We turn our minds to the application forms and read them extensively  and decide that I will illustrate the envisaged quilt on the envisaged bed in the envisaged garden…this I can do more easily than make the quilt, having illustrated all sorts of ‘envisaged’ designs for gardens, plants, embroideries, fabrics, enamels, clothes…..so I offered to illustrate the whole of the garden application.

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my first rough idea of how the bed will look when dressed.

We discuss the problem of the English weather, even in July, we will need a canopy. I imagine that you would not use the bed when it was raining, but at a pinch could hide under a canopy at the head of it – if we use a day bed. But the vision of a real romantic bed with curtains is still the main aim. This is when as a designer, you have to really listen carefully to the client – and try to find a compromise; a drawing, even a scrappy one often makes your point, the metal sub-structure of the canopy  will dominate the small garden.

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the final illustration for the application.

Of course the one thing I  felt I must do was to inform Kaffe Fassett of our plans. So at our next quilt design meeting I showed him the scribbled design drawing and the other garden plans and asked for his “blessing” for the project and could he sponsor it with his fabrics? His immediate reaction was to offer more suggestions about the design using lots of other fabrics I could use.

I am leaving the next stage of illustrating the garden for the application for another post – watch this space.

Making Ribbon Beads

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One wonderful wrapped ribbon beaded bead by Debbie Cripps

And so to Bath, to launch the Heart Space Studio book, ‘Little Ribbon Patchwork and Applique’ at the American Museum, with a workshop in the morning to show how to make ribbon beads. I made these originally as a way of using up all the small ends of Jaquard ribbons made by the American company Renaissance Ribbons left over from the other projects in the book – but  also to show off the wonderful floating threads that form on the backs of the ribbons.

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contents of a ribbon pack given to each student for the workshop

As the workshop was conducted for just the morning before the launch, we had only 3 hours to make beads, and knowing that choosing the ribbons and felts takes a long time, decision decisions….we had made packs of small pieces of ribbon and the felt strips – enough for 12 beads, added tiny glass beads for embellishing and some gold thread for wrapping and stitching, plus a small wooden skewer on which to assemble the beads. Each student was first asked to choose a package.

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wrapping the scrap of Jaquard Ribbon wrong side outermost around the felt.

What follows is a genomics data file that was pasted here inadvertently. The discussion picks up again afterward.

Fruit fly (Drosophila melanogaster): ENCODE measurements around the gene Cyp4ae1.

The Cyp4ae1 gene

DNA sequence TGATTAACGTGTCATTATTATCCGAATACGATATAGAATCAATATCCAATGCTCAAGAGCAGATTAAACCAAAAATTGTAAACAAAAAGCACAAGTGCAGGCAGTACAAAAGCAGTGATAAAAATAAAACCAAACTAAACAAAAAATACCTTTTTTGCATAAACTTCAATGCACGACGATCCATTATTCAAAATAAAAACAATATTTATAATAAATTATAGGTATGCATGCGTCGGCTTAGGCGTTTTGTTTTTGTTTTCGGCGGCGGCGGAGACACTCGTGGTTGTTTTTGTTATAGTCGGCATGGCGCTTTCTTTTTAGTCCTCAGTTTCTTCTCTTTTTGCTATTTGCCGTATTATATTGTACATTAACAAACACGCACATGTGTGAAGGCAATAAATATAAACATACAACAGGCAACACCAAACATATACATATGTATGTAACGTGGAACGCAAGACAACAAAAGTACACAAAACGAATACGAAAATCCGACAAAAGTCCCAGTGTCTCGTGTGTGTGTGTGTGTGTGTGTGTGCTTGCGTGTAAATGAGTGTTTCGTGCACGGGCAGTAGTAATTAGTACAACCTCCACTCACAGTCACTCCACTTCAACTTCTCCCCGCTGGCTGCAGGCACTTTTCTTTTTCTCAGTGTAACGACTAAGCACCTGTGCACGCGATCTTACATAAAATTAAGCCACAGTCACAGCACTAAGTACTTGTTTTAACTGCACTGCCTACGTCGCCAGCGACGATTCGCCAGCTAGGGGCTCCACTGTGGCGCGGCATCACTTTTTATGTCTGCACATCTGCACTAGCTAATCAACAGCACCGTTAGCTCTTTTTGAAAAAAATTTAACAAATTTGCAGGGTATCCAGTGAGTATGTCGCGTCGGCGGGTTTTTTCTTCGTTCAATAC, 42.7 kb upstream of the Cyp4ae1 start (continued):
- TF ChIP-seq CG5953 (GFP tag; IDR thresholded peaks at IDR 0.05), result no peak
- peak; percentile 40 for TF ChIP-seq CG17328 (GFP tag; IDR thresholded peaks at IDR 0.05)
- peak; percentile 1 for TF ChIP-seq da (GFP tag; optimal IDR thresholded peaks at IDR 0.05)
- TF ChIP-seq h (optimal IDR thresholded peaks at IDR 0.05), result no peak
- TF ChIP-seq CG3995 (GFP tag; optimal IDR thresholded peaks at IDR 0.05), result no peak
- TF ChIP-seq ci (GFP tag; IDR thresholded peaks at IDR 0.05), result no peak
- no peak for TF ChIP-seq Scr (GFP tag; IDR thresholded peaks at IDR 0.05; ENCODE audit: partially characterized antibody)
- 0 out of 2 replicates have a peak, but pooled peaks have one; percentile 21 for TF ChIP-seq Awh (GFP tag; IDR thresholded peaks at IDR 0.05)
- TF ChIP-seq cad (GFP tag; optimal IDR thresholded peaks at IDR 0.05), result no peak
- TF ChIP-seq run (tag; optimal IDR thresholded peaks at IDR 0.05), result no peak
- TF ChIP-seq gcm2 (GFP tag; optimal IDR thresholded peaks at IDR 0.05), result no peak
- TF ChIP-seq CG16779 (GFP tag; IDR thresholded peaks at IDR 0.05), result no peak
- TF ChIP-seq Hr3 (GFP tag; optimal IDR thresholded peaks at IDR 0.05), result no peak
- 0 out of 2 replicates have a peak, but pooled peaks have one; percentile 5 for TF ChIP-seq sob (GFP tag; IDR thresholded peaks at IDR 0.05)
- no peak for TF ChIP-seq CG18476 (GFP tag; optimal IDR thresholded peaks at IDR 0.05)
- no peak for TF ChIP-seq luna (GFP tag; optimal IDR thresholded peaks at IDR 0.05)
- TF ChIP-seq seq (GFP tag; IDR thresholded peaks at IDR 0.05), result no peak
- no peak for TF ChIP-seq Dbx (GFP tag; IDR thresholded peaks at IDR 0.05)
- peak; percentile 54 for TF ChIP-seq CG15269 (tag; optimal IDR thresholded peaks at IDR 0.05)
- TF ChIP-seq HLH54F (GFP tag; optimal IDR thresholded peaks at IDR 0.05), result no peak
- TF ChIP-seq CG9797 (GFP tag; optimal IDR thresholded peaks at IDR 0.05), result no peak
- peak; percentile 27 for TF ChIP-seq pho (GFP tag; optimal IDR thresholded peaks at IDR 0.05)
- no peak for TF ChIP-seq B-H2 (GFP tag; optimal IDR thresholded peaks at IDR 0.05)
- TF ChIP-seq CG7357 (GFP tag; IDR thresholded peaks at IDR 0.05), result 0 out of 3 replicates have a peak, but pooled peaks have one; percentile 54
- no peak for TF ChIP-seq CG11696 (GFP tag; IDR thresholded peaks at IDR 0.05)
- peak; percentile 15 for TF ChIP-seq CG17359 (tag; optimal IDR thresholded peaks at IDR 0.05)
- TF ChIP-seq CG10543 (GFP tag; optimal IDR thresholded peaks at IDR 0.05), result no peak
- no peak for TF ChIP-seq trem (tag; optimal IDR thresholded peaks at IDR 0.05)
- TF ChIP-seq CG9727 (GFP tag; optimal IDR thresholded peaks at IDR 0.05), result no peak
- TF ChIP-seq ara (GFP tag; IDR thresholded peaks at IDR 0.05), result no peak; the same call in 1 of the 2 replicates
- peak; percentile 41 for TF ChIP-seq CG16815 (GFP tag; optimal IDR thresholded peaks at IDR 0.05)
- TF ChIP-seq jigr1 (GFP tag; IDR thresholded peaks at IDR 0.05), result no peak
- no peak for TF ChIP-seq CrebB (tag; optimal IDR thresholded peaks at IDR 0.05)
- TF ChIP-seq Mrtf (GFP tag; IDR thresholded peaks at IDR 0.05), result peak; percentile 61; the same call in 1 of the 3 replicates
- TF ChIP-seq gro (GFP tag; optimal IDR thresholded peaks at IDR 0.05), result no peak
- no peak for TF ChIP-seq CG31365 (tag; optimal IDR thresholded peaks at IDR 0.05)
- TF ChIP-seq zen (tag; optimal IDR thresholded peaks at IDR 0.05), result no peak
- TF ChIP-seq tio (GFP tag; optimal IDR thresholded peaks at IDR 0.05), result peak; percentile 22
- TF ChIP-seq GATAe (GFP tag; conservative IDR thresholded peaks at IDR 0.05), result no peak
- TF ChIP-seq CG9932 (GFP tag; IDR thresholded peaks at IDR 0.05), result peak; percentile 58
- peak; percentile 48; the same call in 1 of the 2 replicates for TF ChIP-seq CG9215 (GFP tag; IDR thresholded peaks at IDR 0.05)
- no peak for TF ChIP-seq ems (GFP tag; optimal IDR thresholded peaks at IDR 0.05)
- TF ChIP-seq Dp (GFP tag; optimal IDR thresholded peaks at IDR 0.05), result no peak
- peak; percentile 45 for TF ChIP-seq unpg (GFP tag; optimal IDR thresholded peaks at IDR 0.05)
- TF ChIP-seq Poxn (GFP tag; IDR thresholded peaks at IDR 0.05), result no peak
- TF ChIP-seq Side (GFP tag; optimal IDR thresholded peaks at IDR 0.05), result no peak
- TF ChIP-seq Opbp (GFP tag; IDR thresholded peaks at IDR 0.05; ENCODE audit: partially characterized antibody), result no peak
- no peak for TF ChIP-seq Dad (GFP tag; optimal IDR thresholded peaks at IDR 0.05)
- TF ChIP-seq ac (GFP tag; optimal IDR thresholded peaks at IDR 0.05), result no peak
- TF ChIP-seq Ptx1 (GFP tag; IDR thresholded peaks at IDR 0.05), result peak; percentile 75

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wrapping the felt to make the bead base

constructing the beads is easy peasy – if you can stitch neatly, I showed how to make 3 simple beads with variations.

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three beads wrapped and stitched in gold thread and different ribbons

everyone  quickly got wrapping and sewing and inventing different colours and patterns, fascinating to watch so many variations happen at the first ever class I have given in this technique.

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colour co-ordinating beads with clothes
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stitching the ribbons to the felted bead – a blur of activity!

just simple plain coloured thread cross stitch when repeated looks lovely..

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embroidered bead by Naomi Clarke

when all the ribbon beads are strung together with glass beads onto an elastic cord the effect is simply lovely.

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the finished necklace by Naomi Clarke

After this came the launch party,  so we all made our way to the Gallery.

Earlier in the week, we had designed and re-packaged the basic Renaissance Ribbon packs that the gallery had in stock to sell with the books,

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in the heart space studio making fresh sets of ribbon packs

we were really pleased with the effect….

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our packs of ribbons displayed next to the new book in the gallery shop

lots of other people joined us for the launch…the heart Space tutors and friends all enjoyed a good time together

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rare picture of me with my friends – I’m the one with the ribbon bead necklace
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colourful Heart Space gals busy chatting together

All in all it was a good day, and lots of other guests have blogged it as well, most notably, Rosemary Murphy on  one of her blogs for September 2015  http://storiesinwood.blogspot.co.uk/

So that’s the Launch sorted,  what next?

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new ribbon version of front cover embroidery for Knitting and Stitching Show
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new design for Cotton Patch stand F27, at Knitting & Stitching show at the Ally Pally, London

I have been invited to the Knitting and Stitching show in London by Nik Sewell the owner of The Cotton Patch to demonstrate how to make several  simple projects from the book on their stand, F27.  And to sell the books as well as lots of Renaissance Ribbons and Kaffe Fassett’s lovely shot cottons that are used throughout the book. So I am now busy developing new combinations as shown above.